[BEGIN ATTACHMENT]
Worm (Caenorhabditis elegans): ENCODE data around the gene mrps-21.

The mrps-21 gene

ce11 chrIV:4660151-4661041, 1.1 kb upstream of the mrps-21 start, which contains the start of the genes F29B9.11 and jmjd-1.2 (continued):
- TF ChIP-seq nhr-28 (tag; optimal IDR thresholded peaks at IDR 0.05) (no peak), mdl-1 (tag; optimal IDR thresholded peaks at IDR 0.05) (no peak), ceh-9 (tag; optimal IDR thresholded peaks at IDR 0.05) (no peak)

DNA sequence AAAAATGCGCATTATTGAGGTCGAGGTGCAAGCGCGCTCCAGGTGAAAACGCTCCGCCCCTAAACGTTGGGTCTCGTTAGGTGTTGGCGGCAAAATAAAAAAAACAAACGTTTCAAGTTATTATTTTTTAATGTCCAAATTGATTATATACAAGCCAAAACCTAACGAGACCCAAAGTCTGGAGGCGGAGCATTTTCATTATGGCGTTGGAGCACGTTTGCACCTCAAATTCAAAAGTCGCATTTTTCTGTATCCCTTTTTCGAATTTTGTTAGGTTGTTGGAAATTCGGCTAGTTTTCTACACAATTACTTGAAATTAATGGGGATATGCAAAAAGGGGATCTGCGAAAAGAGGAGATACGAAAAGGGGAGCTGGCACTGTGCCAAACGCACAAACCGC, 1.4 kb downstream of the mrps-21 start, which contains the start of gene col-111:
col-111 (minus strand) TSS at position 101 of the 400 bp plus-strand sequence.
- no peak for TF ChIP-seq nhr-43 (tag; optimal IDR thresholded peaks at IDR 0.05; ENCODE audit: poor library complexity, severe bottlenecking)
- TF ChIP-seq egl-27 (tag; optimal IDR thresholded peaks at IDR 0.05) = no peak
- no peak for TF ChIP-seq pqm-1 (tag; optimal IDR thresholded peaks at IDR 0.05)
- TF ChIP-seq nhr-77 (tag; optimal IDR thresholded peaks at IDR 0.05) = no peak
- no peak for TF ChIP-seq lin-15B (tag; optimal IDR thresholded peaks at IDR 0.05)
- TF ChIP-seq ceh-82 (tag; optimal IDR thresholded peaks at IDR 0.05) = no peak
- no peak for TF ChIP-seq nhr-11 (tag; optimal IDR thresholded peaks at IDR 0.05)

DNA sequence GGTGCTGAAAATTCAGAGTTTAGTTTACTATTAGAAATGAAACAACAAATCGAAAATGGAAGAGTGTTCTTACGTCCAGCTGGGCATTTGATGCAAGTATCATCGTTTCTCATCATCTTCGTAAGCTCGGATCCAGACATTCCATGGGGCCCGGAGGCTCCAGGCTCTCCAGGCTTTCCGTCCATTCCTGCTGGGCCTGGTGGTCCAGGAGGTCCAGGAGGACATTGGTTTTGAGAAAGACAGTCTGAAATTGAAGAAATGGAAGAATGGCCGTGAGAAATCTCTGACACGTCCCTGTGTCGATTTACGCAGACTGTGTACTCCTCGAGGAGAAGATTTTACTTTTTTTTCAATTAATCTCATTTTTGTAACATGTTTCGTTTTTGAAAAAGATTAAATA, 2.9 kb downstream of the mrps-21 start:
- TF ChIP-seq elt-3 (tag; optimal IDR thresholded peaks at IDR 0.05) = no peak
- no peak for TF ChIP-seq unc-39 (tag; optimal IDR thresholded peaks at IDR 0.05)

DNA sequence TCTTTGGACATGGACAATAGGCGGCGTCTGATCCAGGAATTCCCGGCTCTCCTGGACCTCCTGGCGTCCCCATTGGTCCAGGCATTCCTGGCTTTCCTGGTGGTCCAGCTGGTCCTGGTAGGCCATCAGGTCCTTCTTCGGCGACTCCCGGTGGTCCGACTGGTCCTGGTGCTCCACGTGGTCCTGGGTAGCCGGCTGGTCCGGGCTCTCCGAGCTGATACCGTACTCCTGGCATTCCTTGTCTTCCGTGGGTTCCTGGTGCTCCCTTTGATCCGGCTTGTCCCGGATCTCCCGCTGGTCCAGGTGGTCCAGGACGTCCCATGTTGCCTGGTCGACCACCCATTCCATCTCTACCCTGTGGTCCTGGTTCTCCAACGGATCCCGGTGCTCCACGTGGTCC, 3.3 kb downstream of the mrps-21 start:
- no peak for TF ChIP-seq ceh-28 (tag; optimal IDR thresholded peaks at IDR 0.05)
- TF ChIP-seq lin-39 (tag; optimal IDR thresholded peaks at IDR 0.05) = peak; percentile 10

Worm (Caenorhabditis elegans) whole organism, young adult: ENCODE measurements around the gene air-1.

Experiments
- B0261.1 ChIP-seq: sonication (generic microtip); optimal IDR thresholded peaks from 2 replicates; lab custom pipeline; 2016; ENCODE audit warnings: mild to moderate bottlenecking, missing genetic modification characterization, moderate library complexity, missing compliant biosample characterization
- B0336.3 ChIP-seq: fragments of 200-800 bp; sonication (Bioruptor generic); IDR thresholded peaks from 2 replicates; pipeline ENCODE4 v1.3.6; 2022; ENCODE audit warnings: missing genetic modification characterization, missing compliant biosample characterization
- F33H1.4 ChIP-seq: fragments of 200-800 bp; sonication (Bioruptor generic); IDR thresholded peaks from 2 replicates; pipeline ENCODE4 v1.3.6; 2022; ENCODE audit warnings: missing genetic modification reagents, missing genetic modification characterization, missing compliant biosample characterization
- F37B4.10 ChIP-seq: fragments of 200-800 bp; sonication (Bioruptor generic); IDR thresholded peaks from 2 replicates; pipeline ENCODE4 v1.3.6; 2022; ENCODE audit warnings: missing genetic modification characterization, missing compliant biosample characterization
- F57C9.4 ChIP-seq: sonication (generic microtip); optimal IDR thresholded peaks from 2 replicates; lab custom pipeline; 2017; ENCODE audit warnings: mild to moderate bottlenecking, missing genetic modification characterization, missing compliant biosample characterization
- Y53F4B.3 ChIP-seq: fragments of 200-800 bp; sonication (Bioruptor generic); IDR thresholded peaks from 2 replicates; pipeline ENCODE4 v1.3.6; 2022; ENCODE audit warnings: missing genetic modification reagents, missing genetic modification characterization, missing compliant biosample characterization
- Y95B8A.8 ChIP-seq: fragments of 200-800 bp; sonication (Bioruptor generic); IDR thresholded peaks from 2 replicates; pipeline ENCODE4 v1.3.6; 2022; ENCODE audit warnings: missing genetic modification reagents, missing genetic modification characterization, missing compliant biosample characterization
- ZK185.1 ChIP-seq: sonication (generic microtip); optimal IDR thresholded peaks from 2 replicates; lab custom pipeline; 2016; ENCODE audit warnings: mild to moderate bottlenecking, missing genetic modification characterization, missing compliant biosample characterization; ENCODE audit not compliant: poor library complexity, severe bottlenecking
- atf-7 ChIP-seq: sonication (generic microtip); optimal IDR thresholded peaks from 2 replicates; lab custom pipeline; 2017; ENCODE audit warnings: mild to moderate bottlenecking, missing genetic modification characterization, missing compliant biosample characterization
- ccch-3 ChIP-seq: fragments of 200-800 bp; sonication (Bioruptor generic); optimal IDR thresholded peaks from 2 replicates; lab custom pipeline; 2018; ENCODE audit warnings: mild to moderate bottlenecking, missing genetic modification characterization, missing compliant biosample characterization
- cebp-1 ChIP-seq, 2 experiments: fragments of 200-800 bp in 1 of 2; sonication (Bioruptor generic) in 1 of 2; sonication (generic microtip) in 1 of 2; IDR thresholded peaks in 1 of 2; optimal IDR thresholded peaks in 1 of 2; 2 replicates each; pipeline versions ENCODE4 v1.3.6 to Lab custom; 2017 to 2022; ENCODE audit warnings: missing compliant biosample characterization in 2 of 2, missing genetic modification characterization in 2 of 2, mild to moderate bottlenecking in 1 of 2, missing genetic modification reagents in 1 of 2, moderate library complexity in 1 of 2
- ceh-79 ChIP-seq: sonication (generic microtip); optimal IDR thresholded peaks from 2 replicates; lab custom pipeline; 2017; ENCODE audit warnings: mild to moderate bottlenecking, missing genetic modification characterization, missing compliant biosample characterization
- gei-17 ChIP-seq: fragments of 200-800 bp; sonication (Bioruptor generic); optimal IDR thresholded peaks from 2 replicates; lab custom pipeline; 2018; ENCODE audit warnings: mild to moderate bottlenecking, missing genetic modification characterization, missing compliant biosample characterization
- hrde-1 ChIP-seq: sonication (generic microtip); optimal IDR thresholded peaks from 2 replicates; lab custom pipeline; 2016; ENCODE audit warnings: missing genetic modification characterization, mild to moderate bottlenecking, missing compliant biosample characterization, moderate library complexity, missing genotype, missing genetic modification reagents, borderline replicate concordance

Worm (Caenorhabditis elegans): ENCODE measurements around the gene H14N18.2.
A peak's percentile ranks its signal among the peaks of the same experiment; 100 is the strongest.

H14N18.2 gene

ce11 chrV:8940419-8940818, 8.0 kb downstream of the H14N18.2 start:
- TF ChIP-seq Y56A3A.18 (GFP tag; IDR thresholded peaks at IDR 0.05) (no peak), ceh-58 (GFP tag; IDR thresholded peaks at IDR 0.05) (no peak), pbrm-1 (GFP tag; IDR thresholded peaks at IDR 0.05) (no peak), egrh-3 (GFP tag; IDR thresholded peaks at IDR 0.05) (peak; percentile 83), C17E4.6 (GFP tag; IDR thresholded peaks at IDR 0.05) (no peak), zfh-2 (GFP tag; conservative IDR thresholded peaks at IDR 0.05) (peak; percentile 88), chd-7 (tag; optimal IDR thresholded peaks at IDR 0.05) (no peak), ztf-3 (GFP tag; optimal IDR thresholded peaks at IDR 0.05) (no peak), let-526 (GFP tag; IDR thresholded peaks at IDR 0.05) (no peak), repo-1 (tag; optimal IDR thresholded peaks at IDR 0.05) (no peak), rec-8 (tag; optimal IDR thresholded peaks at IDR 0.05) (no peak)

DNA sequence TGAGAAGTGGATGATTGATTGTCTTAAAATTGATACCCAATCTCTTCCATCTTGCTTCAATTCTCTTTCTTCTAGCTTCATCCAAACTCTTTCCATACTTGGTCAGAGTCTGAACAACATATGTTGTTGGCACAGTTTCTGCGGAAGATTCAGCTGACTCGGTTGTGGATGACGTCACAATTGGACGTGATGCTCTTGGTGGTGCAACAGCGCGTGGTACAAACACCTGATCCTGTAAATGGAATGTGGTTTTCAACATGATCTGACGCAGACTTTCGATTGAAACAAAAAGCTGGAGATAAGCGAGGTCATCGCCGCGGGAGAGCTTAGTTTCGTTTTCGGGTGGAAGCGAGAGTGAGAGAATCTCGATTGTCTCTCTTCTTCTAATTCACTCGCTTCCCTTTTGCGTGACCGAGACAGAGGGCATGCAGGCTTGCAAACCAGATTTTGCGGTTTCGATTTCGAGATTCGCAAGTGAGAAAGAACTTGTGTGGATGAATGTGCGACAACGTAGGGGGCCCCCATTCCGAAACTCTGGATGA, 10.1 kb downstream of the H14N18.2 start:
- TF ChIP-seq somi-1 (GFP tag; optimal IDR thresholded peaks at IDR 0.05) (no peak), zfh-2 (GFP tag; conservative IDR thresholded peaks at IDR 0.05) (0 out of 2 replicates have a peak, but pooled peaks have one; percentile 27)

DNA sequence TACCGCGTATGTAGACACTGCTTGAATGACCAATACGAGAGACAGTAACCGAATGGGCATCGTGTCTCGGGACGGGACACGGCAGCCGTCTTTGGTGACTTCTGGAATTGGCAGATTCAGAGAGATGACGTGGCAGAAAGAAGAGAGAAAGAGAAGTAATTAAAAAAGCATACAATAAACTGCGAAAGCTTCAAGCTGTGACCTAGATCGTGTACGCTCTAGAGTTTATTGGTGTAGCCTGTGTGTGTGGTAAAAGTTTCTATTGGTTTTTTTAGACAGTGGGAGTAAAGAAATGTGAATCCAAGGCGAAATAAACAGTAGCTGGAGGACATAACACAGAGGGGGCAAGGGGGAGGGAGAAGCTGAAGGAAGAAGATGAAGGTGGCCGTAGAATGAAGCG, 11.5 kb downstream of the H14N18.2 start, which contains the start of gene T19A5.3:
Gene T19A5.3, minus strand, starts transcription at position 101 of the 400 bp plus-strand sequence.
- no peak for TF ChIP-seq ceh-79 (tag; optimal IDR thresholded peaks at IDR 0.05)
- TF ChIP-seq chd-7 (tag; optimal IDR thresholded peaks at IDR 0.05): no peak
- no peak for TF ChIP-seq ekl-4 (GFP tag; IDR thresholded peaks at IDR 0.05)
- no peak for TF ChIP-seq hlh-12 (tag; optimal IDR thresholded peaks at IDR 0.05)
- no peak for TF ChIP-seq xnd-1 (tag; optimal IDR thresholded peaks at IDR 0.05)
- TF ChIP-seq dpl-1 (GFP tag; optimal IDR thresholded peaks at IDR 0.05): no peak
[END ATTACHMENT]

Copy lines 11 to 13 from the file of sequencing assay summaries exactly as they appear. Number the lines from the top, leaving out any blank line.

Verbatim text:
- no peak for TF ChIP-seq lin-15B (tag; optimal IDR thresholded peaks at IDR 0.05)
- TF ChIP-seq ceh-82 (tag; optimal IDR thresholded peaks at IDR 0.05) = no peak
- no peak for TF ChIP-seq nhr-11 (tag; optimal IDR thresholded peaks at IDR 0.05)